4. More Employers will focus on Metrics Following the lead of large employers, more medium-size employers will embrace technology to manage the employee life-cycle and operate more efficiently. This increased efficiency will drive more profit to the bottom line.

5. Leadership Deficit Becomes More Apparent As companies experience the re-careering of Baby Boomer executives, they will become more aware of the lack of qualified supervisors and managers to move up into higher positions. The organizations' previous lack of training for would-be leaders is to blame.

6. Lack of Succession Preparation
Organizations will become more acutely aware of their lack of succession preparation. They have simply not invested in leadership training so that their supervisors, managers, and executives are not ready to move into the positions.

7. More Employers Accommodate Older Workers to Maintain Intellectual Capital The drive to retain older workers will cause companies to work harder to accommodate the wants and needs of older workers. AARP will support employers' drives to hold onto these valuable employees. More employers will embrace flexibility in all aspects of work to adapt to the wants and needs of their retirement-age associates.

8. More Awareness of the Link between Economic- and Workforce Development Workforce development issues move to top-of-mind for communities, as they become more aware of the workforce imperative---that business and industry will only locate where there are the skilled workers to fill their open positions. This awareness will lead organizations to focus more on middle- and high-school students to begin to expose them early to the careers available in their communities.


Alternative Energy, Web Developing are Hot in '08 Job Market

If you're wondering what jobs will be hot in 2008, take a second look at the past year's news. Major events and trends often set the stage for dramatic changes in recruiting, and this year is no exception.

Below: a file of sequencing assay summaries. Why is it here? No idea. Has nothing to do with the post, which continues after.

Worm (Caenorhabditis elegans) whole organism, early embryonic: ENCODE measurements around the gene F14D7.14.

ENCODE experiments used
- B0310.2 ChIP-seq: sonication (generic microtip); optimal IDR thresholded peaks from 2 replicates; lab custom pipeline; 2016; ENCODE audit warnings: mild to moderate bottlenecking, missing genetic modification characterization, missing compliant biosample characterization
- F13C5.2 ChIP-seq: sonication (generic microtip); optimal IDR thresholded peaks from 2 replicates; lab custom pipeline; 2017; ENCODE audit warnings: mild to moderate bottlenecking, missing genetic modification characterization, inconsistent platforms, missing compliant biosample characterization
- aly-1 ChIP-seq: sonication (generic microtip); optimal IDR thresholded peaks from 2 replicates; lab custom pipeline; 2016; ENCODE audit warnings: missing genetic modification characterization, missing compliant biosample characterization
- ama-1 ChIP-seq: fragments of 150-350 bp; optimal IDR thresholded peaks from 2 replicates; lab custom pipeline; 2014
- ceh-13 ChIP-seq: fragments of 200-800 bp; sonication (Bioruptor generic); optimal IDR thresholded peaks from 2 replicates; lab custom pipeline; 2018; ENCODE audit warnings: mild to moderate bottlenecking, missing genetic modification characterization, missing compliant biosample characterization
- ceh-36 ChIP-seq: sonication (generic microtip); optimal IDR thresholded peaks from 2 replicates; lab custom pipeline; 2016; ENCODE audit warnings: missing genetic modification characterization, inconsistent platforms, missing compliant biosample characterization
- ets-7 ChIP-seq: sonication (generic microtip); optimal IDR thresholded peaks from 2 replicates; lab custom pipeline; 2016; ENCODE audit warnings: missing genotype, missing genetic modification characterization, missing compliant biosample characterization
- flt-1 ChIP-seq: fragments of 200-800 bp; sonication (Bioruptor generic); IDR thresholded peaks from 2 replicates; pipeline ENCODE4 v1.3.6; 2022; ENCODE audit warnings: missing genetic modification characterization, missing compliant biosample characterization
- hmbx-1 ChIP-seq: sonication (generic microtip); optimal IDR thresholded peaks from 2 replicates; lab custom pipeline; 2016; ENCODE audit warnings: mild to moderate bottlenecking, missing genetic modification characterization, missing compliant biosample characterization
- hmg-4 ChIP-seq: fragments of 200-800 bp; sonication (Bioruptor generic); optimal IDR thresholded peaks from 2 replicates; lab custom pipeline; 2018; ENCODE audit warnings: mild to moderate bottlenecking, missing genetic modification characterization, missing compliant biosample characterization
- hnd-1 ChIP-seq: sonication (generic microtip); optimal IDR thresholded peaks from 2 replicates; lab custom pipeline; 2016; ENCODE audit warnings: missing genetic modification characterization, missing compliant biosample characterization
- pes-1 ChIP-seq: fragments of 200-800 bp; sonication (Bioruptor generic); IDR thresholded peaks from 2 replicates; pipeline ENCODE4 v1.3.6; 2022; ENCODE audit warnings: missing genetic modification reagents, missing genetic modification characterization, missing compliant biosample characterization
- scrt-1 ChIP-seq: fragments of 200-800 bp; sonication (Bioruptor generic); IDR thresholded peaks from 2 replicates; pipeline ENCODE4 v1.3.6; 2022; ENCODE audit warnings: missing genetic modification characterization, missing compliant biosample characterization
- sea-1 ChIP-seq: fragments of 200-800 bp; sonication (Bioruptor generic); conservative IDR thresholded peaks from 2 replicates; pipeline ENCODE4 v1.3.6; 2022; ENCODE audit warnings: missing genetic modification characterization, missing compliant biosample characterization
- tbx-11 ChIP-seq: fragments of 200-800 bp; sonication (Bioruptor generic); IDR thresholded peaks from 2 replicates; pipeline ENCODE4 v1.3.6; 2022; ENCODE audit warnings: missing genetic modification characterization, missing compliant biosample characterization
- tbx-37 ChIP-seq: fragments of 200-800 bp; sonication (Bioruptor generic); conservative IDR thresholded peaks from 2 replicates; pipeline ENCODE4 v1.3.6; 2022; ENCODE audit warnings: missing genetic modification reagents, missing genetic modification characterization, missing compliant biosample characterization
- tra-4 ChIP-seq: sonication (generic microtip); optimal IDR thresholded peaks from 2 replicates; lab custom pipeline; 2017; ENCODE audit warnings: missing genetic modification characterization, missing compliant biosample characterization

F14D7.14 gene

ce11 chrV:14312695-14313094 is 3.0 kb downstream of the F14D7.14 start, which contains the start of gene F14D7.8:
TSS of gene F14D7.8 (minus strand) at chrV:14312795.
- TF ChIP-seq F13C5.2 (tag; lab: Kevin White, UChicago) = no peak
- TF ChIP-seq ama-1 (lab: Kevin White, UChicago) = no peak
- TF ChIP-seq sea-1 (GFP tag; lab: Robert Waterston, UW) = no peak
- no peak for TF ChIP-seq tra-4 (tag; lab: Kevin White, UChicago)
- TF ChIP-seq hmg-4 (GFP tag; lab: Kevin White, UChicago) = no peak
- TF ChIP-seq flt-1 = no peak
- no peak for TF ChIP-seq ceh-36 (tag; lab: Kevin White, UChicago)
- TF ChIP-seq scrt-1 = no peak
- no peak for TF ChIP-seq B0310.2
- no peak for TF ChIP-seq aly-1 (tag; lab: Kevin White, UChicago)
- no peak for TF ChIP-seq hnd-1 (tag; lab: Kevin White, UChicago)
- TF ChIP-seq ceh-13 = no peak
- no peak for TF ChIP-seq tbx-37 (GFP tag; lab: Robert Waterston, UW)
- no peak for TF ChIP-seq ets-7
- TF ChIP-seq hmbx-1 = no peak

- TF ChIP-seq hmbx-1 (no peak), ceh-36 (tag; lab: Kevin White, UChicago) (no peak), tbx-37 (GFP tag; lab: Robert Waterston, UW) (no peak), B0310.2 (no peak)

Headlines about soaring oil prices and the iPhone's introduction signal that more jobs will be created in such areas as alternative energy, online networking and mobile technology, say recruiters. Not surprisingly, though, some big stories are likely to be followed by substantial job cuts. Case in point: The lingering mortgage crisis has already resulted in mass layoffs for workers at many lending institutions, banks and real-estate companies. The jobs outlook for these concerns is expected to be even gloomier in 2008, say recruiters.

Away from the headlines, recruiters say demand should continue strong in health care and retirement planning as the baby-boomer population continues to age. And the Sarbanes-Oxley Act of 2002 will continue to drive hiring at accounting firms.

Here's a look at some of the biggest news stories of 2007 and their expected jobs-related impact in 2008:

Escalating Gasoline Prices

The news: The price of oil neared records in 2007, and energy analysts see no relief in the near future as output remains steady, demand continues to increase, and the U.S. dollar continues to weaken.

What's hot: In response to rising gasoline prices, companies offering alternative-energy solutions are sprouting up, creating a need for workers with backgrounds in fields ranging from marketing to computer science. Expects that figure to climb to 25% in 2008.

life-science, technology and energy companies are mainly seeking management, operations, technology, and research and development professionals from parallel industries because alternative energy is so new that few candidates are expected to have direct experience. Executive-level operations positions can pay $175,000 in annual base salary, he adds.

Alternative-energy companies also need workers for positions in human resources, sales, accounting and other critical business functions, Mr. Polachi says. However, there are signs that one segment of the industry -- ethanol -- is consolidating, which could limit job opportunities in this niche. VeraSun Energy Corp. recently disclosed plans to acquire rival US BioEnergy Corp., creating what could become the largest U.S. producer.

What's not: Businesses that rely heavily on oil, such as chemical producers and airlines, are showing signs of a hiring slowdown. For example, Dow Chemical Co. recently announced plans to cut 1,000 jobs and shuttered a number of underperforming plants. Gas and oil are the main feedstock for chemical companies like Dow.

Mobile Technology And Online Networking

The news: Early this year, Apple Inc. introduced the iPhone, a device that combines Web, video and mobile technology, and competitors followed suit by putting out similar products. In October, Microsoft Corp. announced plans to buy a 1.6% stake in Facebook Inc., solidifying online social networking as more than a passing trend.